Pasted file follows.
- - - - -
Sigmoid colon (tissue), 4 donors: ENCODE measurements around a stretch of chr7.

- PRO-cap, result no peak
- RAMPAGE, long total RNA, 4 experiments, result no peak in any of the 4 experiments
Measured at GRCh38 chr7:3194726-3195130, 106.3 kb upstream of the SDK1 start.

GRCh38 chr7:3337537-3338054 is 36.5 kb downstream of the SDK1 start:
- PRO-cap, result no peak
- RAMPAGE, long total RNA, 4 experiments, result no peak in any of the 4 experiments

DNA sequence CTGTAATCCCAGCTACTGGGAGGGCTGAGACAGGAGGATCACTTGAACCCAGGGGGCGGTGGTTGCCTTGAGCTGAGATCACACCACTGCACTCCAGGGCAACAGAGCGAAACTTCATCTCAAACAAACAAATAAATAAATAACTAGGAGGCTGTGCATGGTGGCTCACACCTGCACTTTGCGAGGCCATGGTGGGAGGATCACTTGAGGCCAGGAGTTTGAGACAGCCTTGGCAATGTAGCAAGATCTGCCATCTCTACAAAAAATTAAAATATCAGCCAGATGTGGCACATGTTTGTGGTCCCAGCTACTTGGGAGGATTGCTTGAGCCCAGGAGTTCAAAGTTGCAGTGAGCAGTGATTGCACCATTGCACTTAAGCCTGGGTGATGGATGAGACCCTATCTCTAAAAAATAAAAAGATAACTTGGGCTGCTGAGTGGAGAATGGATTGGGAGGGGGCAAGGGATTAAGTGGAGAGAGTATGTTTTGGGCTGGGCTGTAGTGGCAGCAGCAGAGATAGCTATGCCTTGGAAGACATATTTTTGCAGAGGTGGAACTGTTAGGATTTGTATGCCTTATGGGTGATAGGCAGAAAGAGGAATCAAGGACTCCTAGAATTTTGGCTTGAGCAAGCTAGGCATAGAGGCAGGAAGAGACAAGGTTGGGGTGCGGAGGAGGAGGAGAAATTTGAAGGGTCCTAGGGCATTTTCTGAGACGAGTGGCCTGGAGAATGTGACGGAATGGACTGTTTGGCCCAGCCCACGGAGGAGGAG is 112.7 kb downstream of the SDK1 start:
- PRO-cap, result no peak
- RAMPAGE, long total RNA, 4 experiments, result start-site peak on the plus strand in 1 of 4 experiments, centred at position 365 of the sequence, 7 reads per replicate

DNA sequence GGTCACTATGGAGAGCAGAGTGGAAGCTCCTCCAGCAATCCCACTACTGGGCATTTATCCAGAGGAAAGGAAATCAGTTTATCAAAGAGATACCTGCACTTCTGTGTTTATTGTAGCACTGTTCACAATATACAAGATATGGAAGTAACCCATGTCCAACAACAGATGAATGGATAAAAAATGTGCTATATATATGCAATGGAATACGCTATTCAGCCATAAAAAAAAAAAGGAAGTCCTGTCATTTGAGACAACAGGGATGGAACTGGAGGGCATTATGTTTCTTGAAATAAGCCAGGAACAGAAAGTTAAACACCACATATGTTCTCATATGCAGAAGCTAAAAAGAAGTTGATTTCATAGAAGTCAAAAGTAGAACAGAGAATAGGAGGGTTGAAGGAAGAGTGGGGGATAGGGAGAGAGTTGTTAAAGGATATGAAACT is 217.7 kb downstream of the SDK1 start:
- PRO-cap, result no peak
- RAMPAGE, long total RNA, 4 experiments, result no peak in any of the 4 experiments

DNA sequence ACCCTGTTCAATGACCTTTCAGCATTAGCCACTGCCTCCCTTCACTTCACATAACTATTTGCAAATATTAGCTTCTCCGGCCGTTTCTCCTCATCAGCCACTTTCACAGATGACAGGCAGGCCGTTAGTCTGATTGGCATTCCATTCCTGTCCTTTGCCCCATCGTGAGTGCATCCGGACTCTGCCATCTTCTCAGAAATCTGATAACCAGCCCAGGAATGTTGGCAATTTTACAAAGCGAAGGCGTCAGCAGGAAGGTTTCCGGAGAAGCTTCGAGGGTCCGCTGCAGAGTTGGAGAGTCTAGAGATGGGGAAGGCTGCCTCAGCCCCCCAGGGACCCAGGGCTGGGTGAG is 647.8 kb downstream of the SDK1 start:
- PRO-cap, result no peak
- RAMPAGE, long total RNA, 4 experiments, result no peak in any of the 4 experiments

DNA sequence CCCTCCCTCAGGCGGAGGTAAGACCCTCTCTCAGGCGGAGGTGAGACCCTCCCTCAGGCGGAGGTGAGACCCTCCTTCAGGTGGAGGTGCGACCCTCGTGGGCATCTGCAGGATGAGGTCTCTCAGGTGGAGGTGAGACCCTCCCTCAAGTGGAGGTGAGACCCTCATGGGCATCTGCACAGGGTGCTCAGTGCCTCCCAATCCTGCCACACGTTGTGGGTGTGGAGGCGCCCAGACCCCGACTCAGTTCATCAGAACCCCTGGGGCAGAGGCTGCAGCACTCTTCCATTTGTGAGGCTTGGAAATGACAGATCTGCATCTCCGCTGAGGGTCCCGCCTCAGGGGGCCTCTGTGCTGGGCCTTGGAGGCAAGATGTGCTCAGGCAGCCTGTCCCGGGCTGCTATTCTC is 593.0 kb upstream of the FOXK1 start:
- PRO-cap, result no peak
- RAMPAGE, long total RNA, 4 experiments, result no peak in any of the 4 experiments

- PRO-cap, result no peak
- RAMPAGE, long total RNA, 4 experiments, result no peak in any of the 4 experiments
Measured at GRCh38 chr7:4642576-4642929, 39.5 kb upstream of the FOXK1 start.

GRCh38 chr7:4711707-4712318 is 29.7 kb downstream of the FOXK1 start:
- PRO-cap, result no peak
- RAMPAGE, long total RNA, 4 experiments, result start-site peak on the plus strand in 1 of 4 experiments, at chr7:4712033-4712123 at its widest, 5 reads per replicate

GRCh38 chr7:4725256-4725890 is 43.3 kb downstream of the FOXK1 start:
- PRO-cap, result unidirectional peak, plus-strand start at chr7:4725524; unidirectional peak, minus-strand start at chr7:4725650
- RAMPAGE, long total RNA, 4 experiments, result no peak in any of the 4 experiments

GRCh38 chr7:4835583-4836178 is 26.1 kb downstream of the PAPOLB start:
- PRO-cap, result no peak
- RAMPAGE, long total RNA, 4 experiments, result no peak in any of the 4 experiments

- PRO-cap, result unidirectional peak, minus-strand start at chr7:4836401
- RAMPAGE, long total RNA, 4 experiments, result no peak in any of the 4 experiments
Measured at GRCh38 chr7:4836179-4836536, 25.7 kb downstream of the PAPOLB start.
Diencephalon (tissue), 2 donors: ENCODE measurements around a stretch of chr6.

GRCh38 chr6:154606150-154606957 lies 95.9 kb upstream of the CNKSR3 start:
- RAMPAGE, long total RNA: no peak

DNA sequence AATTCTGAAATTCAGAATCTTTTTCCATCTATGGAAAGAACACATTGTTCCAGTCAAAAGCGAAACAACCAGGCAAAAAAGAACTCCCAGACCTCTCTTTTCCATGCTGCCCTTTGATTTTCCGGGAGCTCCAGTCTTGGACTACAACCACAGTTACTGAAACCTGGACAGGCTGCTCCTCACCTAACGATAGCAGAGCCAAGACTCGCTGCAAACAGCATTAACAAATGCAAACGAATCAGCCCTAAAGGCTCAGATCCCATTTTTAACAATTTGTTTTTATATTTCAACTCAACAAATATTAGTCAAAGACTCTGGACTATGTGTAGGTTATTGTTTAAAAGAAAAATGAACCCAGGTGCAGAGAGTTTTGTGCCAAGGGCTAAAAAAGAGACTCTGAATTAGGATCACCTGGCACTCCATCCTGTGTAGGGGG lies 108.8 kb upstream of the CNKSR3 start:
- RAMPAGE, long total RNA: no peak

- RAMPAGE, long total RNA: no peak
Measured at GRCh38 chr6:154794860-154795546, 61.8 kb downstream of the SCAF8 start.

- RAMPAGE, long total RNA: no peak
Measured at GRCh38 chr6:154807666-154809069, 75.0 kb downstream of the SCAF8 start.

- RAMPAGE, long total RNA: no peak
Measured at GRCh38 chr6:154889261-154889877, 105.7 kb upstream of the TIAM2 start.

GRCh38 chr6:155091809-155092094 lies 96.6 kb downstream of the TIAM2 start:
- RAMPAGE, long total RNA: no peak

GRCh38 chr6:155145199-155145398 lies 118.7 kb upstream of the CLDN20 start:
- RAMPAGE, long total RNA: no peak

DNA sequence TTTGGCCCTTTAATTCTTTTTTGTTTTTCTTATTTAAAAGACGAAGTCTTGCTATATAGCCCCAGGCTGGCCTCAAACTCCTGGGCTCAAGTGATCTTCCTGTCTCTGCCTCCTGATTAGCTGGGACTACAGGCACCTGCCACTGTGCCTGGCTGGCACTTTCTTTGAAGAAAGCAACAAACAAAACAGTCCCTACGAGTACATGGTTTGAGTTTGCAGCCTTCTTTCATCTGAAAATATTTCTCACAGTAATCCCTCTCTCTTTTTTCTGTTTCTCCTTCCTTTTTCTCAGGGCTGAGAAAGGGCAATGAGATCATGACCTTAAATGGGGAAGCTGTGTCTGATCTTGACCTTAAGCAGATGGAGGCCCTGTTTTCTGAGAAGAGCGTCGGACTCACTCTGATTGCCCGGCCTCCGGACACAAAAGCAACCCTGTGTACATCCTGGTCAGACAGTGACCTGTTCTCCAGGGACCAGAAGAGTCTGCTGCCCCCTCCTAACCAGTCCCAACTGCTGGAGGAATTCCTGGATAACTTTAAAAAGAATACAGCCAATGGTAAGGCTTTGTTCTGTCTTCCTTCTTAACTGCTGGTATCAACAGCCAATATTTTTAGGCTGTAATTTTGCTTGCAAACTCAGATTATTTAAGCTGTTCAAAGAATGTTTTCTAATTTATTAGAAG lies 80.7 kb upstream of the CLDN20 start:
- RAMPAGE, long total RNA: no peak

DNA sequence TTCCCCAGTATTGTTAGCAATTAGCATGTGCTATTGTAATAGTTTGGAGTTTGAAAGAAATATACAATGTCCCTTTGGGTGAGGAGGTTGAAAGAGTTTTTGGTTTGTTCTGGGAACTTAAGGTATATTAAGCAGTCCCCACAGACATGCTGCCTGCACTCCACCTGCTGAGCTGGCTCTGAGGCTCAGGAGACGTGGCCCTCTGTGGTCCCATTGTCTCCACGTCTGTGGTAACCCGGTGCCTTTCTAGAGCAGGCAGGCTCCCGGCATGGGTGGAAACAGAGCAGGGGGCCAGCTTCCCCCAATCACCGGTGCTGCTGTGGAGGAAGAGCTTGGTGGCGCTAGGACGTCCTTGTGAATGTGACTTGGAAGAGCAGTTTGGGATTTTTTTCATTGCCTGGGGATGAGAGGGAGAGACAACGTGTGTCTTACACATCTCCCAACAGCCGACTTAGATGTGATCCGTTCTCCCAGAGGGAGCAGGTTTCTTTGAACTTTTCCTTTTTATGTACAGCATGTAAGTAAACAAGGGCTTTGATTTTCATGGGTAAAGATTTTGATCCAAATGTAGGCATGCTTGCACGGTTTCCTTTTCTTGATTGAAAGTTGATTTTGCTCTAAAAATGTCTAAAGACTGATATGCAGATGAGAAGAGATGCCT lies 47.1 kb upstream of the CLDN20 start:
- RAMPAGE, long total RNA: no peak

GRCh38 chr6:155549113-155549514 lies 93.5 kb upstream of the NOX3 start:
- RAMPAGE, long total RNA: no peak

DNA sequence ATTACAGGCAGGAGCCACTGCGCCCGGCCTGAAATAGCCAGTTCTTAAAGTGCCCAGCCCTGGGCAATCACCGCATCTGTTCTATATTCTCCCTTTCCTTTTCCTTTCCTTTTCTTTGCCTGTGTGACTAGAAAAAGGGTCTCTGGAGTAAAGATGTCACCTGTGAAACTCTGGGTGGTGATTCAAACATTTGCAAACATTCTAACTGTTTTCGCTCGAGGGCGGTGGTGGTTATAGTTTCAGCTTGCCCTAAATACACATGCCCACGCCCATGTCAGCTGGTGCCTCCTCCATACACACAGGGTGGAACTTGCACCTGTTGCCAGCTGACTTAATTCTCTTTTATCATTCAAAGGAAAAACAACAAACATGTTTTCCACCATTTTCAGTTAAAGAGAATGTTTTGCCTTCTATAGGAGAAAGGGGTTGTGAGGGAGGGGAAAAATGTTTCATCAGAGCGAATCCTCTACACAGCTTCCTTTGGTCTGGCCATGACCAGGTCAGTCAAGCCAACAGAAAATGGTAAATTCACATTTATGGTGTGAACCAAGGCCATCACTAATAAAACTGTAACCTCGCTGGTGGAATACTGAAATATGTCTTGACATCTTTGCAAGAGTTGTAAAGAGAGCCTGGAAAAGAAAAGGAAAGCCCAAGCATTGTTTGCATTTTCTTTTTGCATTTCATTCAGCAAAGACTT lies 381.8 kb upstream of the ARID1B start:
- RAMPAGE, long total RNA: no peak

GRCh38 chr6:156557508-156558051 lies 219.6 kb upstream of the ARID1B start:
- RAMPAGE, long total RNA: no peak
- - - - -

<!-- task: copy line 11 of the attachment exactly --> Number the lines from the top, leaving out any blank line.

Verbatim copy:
DNA sequence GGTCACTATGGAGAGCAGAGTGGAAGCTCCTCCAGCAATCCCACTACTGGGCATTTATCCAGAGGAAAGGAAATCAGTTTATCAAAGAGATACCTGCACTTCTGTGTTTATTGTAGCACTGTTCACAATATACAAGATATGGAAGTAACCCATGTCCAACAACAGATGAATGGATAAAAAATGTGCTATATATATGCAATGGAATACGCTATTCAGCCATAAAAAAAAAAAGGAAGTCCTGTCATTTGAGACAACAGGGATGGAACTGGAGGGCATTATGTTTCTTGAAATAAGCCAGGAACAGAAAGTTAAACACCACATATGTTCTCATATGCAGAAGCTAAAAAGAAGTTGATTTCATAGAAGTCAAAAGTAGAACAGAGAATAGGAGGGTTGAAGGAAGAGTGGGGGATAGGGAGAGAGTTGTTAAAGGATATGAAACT is 217.7 kb downstream of the SDK1 start: